The Basics

Instructional Questions

Why should Angular developers use

If you want to tap into’s cross-platform rendering power inside a new or existing Angular app, or if you’d like to approach with a familiar approach and workflow (i.e. with AngularJS,) then is a great choice.

Why should developers use Angular?

  1. You can direct and visualize your app declaratively (in HTML)
  2. You can use Angular structural components (like reusable custom directives and general MVC patterns) to create apps
  3. You can integrate with existing Angular components, both third party and in the Angular core.

How do animations work in F/A?

There are two primary ways to perform animations in F/A: declaratively and imperatively.

  1. The declarative way uses a timeline model, allowing you to declare how several different attributes over several different elements should respond to a single timeline.
  2. The imperative way uses Transitionable objects, allowing you to specify animations in a more way.

More information is available in the docs, and there will be more detail on these two approaches in the University course.

Can I integrate F/A with an existing AngularJS app?

Yes, and it’s very simple. The best way for now is to install using bower, i.e. bower install famous-angular.

Then add “famous.angular” as a module in your Angular app (in the app bootstrap step, just like you’d add any other Angular module).

Afterwards, you are ready to start writing F/A directives.

Do Angular directives like ng-repeat and ng-if work with F/A directives?

Yes! Since F/A works with-the-grain for both Angular and, you can use standard Angular directives like ng-repeat, ng-include, etc.

You can also use custom Angular directives (my-custom-directive) when creating your app.

Can I use existing (vanilla) components in F/A?

Yes. Right now the easiest way is to use the fa-render-node directive, which allows you to pass a reference to an arbitrary render node from your controller.

You can use requirejs to import your vanilla component and instantiate it in your Angular controller.

Afterwards, pass it by name to a <fa-render-node> element in the HTML.

Is an F/A app slower than a plain app?

As with any AngularJS app (or any software, really,) it’s possible to “shoot yourself in the foot.”

That said, F/A has been carefully designed to decouple Angular and its digest cycle from’s render cycle—all rendering is handled by itself, and the entire F/A DOM that you author is actually hidden from screen.

There are a couple of ways to consider optimizing your code, for example, prefer passing references of functions directly to modifiers instead of evaluating them in code [myFunc instead of myFunc()] — more explanation in the fa-modifier documentation.

In general, Angular changes will only cause repaints if rendered content actually changes, so in short, “no,” a F/A app it’s not practically slower than a plain app.

Do I put fa-app on my <html> or <body>, like ng-app?

Just like ng-app, you can put the fa-app attribute on any HTML element (though only display: block container/host elements are supported, for now.)

This is your entry point to F/A: the contents of that fa-app element will be compiled as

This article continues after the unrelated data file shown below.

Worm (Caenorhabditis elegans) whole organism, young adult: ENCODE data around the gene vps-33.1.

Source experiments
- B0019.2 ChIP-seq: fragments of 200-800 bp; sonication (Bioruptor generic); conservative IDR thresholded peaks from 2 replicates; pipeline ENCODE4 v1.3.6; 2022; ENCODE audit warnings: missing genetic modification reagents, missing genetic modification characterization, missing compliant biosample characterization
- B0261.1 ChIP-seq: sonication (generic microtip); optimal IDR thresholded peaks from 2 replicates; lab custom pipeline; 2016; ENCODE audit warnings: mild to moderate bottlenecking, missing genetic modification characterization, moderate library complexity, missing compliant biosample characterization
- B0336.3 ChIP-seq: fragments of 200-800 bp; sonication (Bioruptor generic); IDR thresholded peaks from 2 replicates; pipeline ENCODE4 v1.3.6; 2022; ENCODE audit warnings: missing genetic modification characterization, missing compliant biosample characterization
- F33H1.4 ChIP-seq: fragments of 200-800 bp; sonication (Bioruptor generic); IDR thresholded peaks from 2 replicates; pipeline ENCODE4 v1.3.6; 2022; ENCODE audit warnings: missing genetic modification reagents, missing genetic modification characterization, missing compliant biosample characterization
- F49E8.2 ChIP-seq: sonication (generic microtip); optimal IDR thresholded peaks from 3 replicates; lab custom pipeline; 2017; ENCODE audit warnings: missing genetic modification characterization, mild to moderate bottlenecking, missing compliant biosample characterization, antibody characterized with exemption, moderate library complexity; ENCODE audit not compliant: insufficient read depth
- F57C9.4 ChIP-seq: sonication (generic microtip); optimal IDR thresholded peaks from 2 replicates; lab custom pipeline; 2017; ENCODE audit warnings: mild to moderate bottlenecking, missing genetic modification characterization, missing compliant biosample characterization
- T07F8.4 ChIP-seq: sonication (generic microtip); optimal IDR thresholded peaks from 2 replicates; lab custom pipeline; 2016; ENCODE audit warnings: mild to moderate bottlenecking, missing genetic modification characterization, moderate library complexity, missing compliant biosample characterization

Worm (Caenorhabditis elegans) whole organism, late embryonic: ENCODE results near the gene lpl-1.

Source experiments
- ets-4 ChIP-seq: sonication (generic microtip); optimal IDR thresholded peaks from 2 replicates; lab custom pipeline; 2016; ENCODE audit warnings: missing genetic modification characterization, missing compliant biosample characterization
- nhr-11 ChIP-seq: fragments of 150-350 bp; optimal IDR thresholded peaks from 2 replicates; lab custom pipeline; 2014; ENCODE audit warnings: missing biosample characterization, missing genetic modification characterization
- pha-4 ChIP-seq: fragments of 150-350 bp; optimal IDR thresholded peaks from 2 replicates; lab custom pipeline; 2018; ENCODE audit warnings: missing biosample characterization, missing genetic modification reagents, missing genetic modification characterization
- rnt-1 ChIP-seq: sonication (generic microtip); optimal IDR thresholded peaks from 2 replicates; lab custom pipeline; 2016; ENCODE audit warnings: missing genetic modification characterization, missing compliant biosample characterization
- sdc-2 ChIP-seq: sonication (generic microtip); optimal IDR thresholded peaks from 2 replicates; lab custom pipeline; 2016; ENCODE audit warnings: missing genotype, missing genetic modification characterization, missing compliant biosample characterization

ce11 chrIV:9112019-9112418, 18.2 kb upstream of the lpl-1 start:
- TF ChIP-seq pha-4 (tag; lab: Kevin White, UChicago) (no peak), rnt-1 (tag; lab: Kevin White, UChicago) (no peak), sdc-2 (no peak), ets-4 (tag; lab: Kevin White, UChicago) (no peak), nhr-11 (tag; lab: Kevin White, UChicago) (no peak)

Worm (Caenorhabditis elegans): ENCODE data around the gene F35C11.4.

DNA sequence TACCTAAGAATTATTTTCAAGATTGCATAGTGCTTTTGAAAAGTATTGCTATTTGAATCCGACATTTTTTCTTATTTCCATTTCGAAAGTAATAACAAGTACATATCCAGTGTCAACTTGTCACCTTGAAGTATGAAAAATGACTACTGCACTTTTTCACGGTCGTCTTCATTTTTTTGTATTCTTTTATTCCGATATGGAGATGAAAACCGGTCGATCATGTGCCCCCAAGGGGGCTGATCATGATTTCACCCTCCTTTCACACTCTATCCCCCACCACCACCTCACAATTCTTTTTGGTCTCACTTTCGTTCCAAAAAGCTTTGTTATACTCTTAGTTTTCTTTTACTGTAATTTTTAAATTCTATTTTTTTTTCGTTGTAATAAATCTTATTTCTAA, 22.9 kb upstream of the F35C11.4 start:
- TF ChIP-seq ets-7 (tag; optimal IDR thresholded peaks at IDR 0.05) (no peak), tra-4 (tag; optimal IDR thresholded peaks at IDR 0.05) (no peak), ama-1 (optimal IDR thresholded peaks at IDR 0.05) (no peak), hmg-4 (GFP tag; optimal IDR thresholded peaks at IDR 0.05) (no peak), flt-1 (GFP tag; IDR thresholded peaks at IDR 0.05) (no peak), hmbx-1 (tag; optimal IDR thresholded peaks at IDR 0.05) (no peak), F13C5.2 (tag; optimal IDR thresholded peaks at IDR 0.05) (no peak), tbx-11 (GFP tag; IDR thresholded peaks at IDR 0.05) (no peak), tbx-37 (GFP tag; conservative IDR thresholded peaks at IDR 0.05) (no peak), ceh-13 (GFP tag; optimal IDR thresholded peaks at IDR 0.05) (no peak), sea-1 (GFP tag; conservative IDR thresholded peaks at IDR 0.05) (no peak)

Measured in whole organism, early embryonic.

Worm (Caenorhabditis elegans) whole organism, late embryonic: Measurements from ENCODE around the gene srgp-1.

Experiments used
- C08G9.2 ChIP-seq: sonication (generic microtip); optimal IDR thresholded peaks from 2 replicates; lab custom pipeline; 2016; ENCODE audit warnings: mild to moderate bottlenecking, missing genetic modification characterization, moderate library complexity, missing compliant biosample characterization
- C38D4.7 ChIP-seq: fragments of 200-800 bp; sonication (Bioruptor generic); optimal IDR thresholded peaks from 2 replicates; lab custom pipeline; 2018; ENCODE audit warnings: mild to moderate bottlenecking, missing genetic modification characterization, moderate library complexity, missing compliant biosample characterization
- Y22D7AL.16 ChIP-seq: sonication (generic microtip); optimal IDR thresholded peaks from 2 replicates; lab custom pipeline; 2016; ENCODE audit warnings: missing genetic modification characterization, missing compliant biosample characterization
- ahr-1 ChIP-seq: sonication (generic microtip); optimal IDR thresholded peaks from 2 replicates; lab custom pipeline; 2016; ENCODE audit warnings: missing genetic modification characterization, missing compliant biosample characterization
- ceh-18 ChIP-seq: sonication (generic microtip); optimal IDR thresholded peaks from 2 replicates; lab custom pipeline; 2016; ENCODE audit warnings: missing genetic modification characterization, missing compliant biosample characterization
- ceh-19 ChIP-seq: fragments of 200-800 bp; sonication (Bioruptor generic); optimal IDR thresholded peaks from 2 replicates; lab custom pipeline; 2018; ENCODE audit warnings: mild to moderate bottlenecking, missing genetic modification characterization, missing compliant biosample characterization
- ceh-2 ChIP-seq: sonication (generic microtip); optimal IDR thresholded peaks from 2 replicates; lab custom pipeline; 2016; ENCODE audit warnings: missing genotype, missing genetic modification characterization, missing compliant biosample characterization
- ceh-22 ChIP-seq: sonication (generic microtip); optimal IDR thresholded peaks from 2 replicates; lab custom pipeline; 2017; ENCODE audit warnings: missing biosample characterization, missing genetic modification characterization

Remember that any HTML content that’s not inside a <fa-surface> will be hidden from the screen.

How do I use the’s built-in views and layouts?

Core components are supported by custom directives that wrap them, exposing their api through HTML attributes.

For example, you can create a modifier with an <fa-modifier> tag, and pass a translate value as: <fa-modifier fa-translate=”[50,150,2]”>

Similarly, a <fa-scroll-view> can be instantiated with attribute options (details in docs), and you simply add children to it by making them contents of the HTML tag.

How does event piping work in F/A?

The fa-pipe-to and fa-pipe-from directives give you a declarative interface for handling events.

You can read more about piping to get a better idea of how this works.

For eventing within your application (i.e. not necessarily touch events, but programmatically triggered events) you can use Angular’s $emit, $broadcast, and $on, as well.

How do I put images (or videos, etc) inside my app?

<fa-surface> is the entry point back into normal HTML, allowing any standard HTML content including images, videos, or even normal Angular directives.

For example, you can nest <img> tags inside an <fa-surface> directive:

 <img src="images/lock-screen/capsule.svg" />

Use specialized components for different media, for example for images you can use a <fa-image-surface>, passing image-url=”your/image/url” as an attribute.

How do I use Transitionables?

Transitionables do not currently have a declarative HTML interface in F/A (use the fa-animation directive for declarative animations). Basic Transitionables will need to be created in javascript, inside a controller.

You can instantiate Transitionables in the controller, and then bind them to the $scope to be used with directives:

  • Controller
    var Transitionable = famous['famous/transitions/Transitionable'];
    $scope.xTransitionable = new Transitionable(0);
  • Template
    <fa-modifier fa-translate=[xTransitionable.get,0,0]>...</fa-modifier>

Why won't my app scroll on mobile?

This is an outstanding bug in core.

If you are using in non-full-screen contexts, it still absorbs window-level touch events, which breaks scrolling on mobile.

A temporary fix if you want non-full-screen elements (a common use-case with F/A) is to modify famous/core/Engine.js, removing this block circa line 121:

// prevent scrolling via browser
window.addEventListener('touchmove', function(event) {
}, true);


// prevent scrolling via browser
//window.addEventListener('touchmove', function(event) {
//    //event.preventDefault();
//}, true);